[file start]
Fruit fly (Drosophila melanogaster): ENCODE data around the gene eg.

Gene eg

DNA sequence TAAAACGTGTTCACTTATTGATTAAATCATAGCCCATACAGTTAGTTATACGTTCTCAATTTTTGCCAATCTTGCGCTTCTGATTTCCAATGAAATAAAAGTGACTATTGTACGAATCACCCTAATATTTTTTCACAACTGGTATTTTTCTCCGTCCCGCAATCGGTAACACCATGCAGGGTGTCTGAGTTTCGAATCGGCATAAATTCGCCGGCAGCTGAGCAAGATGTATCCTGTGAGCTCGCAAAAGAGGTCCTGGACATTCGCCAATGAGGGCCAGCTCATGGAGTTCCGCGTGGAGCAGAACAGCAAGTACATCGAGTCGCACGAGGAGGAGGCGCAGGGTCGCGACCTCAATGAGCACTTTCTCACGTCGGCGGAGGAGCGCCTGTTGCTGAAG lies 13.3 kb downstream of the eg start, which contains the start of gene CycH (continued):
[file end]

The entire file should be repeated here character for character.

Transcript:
Fruit fly (Drosophila melanogaster): ENCODE data around the gene eg.

Gene eg

DNA sequence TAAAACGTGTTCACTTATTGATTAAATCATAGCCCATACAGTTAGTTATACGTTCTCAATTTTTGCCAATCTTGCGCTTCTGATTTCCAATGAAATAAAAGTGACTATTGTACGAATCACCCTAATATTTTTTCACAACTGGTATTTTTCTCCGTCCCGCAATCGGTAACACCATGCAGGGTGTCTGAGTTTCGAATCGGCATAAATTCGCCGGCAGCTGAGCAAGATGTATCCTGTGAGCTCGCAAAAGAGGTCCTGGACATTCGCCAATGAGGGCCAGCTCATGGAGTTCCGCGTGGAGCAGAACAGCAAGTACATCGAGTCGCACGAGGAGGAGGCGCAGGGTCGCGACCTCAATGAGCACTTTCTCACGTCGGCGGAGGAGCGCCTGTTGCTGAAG lies 13.3 kb downstream of the eg start, which contains the start of gene CycH (continued):